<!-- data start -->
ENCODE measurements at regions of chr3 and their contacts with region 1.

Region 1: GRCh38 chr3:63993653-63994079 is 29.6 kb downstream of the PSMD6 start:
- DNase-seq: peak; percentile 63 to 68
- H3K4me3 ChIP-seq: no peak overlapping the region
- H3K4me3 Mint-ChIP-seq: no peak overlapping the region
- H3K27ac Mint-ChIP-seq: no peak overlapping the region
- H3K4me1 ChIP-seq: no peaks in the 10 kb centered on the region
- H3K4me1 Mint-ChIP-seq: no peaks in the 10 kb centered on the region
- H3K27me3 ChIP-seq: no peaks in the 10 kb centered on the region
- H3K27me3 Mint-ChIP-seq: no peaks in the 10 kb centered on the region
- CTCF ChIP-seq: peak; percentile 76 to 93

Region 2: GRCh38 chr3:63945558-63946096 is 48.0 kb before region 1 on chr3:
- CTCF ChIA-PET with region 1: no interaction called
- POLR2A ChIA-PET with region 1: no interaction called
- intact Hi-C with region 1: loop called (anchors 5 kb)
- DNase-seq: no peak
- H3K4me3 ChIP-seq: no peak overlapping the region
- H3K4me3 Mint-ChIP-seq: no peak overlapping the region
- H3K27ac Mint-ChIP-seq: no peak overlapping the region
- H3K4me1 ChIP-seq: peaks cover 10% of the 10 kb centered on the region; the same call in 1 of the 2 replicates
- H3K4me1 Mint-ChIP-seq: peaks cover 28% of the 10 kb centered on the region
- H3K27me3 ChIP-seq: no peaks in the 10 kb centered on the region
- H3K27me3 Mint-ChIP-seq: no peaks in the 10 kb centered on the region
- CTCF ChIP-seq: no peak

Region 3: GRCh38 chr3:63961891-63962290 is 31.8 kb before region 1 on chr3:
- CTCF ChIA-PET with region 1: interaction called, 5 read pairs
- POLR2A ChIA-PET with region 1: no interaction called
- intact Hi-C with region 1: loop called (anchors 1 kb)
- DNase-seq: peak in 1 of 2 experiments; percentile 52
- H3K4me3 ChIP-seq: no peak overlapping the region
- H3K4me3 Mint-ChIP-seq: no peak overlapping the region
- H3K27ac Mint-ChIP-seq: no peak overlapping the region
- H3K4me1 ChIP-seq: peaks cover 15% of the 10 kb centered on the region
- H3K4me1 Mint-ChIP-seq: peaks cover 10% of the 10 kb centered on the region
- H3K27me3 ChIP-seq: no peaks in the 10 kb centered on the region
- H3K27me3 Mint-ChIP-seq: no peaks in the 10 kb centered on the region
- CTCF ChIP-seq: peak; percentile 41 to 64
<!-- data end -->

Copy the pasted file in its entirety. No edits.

ENCODE measurements at regions of chr3 and their contacts with region 1.

Region 1: GRCh38 chr3:63993653-63994079 is 29.6 kb downstream of the PSMD6 start:
- DNase-seq: peak; percentile 63 to 68
- H3K4me3 ChIP-seq: no peak overlapping the region
- H3K4me3 Mint-ChIP-seq: no peak overlapping the region
- H3K27ac Mint-ChIP-seq: no peak overlapping the region
- H3K4me1 ChIP-seq: no peaks in the 10 kb centered on the region
- H3K4me1 Mint-ChIP-seq: no peaks in the 10 kb centered on the region
- H3K27me3 ChIP-seq: no peaks in the 10 kb centered on the region
- H3K27me3 Mint-ChIP-seq: no peaks in the 10 kb centered on the region
- CTCF ChIP-seq: peak; percentile 76 to 93

Region 2: GRCh38 chr3:63945558-63946096 is 48.0 kb before region 1 on chr3:
- CTCF ChIA-PET with region 1: no interaction called
- POLR2A ChIA-PET with region 1: no interaction called
- intact Hi-C with region 1: loop called (anchors 5 kb)
- DNase-seq: no peak
- H3K4me3 ChIP-seq: no peak overlapping the region
- H3K4me3 Mint-ChIP-seq: no peak overlapping the region
- H3K27ac Mint-ChIP-seq: no peak overlapping the region
- H3K4me1 ChIP-seq: peaks cover 10% of the 10 kb centered on the region; the same call in 1 of the 2 replicates
- H3K4me1 Mint-ChIP-seq: peaks cover 28% of the 10 kb centered on the region
- H3K27me3 ChIP-seq: no peaks in the 10 kb centered on the region
- H3K27me3 Mint-ChIP-seq: no peaks in the 10 kb centered on the region
- CTCF ChIP-seq: no peak

Region 3: GRCh38 chr3:63961891-63962290 is 31.8 kb before region 1 on chr3:
- CTCF ChIA-PET with region 1: interaction called, 5 read pairs
- POLR2A ChIA-PET with region 1: no interaction called
- intact Hi-C with region 1: loop called (anchors 1 kb)
- DNase-seq: peak in 1 of 2 experiments; percentile 52
- H3K4me3 ChIP-seq: no peak overlapping the region
- H3K4me3 Mint-ChIP-seq: no peak overlapping the region
- H3K27ac Mint-ChIP-seq: no peak overlapping the region
- H3K4me1 ChIP-seq: peaks cover 15% of the 10 kb centered on the region
- H3K4me1 Mint-ChIP-seq: peaks cover 10% of the 10 kb centered on the region
- H3K27me3 ChIP-seq: no peaks in the 10 kb centered on the region
- H3K27me3 Mint-ChIP-seq: no peaks in the 10 kb centered on the region
- CTCF ChIP-seq: peak; percentile 41 to 64